Solopreneur advantages are not always those counted by money. And neither are solopreneurs abundantly more fortunate than professionals who work for someone else. As solopreneurs, most of us are motivated to work hard in life in general for many other reasons. For some of us these life-drivers are worth looking at as potential business assets.
What is your area of maximum self-motivation in life and not just in work? What kinds of activity make you feel excited, energetic and enthusiastic? What kind of “end-prizes” in life get your eyes moistening in anticipation? If you have any of these 3 shiny goals in mind that drive you to act, excel and achieve in life generally, maybe that’s exactly what you should focus on to multiply your solopreneur advantages in business as well.
Does the idea of success motivate you? Not just as money, but as recognition and reputation too?
Solopreneurs who like the idea of success are generally those who like to visualize success. Visualizing success is a powerful tool for self-actualization. Most people visualize success by seeing themseves in their minds as “receiving a lot of public recognition” or “receiving awards that spike reputation”. Visualization is great and cathartic. But dreams can’t produce results. Only action can. The way to convert your dreaming of success into an actual solopreneur advantage is to convert visualization into action.
But how do you actionize your visualizations? Did you know that so long as you do not obstruct action in some deliberate way, or don’t give into lethargy, your visualization itself has the ability to precipitate action on its own?
In the article titled “How to Use Visualization to Achieve Your Goals” by Frank Niles, the scientific way visualization spontaneously converts you into action-mode is beautifully explained.
“Before we can believe in a goal, we first must have an idea of what it looks like. To paraphrase the old adage: we must see it before we can believe it. This is where visualization comes in, which is simply a technique for creating a mental image of a future event. When we visualize our desired outcome, we begin to “see” the possibility of achieving it. Through visualization, we catch a glimpse of what is, in the words of one writer, our “preferred future.” When this happens, we are motivated and prepared to pursue our goal.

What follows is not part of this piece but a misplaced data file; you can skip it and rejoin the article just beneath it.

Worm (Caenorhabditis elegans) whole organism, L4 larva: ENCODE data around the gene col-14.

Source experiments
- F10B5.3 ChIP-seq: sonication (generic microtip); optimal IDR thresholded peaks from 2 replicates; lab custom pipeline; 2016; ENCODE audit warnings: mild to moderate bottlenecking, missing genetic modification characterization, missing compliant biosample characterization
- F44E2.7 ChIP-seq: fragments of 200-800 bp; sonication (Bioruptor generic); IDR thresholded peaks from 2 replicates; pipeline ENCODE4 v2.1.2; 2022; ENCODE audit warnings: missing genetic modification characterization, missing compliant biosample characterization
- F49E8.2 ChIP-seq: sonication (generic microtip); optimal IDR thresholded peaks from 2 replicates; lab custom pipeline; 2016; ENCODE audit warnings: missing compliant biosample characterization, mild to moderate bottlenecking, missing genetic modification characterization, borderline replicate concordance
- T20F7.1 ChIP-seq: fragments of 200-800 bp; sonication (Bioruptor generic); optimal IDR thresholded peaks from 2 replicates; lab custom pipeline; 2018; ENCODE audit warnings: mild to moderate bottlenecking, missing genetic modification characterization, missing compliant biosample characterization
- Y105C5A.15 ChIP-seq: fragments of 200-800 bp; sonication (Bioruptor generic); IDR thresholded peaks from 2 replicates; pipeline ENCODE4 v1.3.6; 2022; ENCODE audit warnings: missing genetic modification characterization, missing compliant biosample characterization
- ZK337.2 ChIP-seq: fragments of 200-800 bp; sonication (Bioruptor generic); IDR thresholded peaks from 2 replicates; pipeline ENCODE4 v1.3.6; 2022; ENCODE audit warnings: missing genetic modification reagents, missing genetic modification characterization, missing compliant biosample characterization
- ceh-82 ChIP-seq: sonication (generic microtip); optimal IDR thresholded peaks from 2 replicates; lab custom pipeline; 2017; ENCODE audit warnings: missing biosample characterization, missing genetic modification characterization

Visualization should not be confused with the “think it and you will be it” advice peddled by popular self-help gurus. It is not a gimmick, nor does it involve dreaming or hoping for a better future. Rather, visualization is a well-developed method of performance improvement supported by substantial scientific evidence and used by successful people across a range of fields. According to research using brain imagery, visualization works because neurons in our brains, those electrically excitable cells that transmit information, interpret imagery as equivalent to a real-life action. When we visualize an act, the brain generates an impulse that tells our neurons to “perform” the movement. This creates a new neural pathway — clusters of cells in our brain that work together to create memories or learned behaviors — that primes our body to act in a way consistent to what we imagined.”
Does the idea of challenge make you feel gung-ho? Do you need the exhilaration of jumping hurdles?
There’s no doubt about it that a solopreneur life is going to be filled with hurdles and challenges of all sizes and shapes. The question is: Does that make you shake and shiver? Or does that make you all excited and energized and ready to jump? We also need to question why some people actually invite challenges into their lives? Could it be that they prefer setting up their own challenges to overcome rather than letting life throw up the unexpected?